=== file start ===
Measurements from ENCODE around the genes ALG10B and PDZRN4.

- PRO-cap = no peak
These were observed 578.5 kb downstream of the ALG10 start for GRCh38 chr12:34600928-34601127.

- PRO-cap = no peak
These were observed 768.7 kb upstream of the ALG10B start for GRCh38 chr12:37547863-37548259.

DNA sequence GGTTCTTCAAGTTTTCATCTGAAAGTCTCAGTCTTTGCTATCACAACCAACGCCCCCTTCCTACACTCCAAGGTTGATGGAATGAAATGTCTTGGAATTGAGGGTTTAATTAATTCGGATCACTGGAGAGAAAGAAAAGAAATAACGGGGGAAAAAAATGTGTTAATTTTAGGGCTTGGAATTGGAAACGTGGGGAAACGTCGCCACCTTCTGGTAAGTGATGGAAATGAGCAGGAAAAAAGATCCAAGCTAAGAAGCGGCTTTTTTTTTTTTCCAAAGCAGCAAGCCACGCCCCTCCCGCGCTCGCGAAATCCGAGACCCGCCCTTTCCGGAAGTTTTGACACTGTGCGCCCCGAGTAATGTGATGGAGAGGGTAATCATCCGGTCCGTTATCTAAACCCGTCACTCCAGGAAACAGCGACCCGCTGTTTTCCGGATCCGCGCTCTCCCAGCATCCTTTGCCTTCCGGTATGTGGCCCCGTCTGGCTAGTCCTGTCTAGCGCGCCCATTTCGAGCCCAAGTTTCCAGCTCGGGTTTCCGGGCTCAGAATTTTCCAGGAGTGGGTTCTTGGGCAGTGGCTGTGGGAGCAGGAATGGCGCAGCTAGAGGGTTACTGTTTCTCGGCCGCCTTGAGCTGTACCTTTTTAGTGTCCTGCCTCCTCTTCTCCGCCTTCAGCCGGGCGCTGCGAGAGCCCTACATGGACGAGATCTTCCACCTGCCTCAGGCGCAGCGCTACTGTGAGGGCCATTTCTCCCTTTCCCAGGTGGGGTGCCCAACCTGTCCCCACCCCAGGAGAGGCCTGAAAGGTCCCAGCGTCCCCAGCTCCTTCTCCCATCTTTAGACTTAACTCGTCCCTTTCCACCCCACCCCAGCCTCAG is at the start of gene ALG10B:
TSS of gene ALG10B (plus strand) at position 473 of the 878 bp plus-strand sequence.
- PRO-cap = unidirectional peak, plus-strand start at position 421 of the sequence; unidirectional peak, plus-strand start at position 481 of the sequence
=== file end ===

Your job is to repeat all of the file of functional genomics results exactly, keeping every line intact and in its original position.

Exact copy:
Measurements from ENCODE around the genes ALG10B and PDZRN4.

- PRO-cap = no peak
These were observed 578.5 kb downstream of the ALG10 start for GRCh38 chr12:34600928-34601127.

- PRO-cap = no peak
These were observed 768.7 kb upstream of the ALG10B start for GRCh38 chr12:37547863-37548259.

DNA sequence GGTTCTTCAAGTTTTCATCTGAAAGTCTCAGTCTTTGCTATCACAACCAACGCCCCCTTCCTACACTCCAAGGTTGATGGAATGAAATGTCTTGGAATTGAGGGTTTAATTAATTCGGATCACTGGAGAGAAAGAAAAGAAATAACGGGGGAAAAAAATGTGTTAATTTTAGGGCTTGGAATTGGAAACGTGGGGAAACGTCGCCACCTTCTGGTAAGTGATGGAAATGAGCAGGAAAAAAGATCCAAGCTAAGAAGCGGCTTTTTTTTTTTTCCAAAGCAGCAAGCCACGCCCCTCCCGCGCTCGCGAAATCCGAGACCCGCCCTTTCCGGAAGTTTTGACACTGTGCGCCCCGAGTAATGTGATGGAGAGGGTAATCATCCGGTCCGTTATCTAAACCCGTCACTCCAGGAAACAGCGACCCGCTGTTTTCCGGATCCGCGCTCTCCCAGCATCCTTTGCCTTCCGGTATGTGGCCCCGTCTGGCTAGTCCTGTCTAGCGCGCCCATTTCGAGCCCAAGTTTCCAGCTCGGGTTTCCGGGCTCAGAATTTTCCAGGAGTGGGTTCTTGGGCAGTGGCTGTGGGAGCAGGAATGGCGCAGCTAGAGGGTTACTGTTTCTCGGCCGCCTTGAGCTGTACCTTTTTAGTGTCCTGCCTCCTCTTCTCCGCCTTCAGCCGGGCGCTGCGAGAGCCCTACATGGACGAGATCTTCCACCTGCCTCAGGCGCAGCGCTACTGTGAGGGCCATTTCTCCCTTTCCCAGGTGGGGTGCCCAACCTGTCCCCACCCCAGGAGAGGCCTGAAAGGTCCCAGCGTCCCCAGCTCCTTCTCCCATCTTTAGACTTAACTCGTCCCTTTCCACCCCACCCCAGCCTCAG is at the start of gene ALG10B:
TSS of gene ALG10B (plus strand) at position 473 of the 878 bp plus-strand sequence.
- PRO-cap = unidirectional peak, plus-strand start at position 421 of the sequence; unidirectional peak, plus-strand start at position 481 of the sequence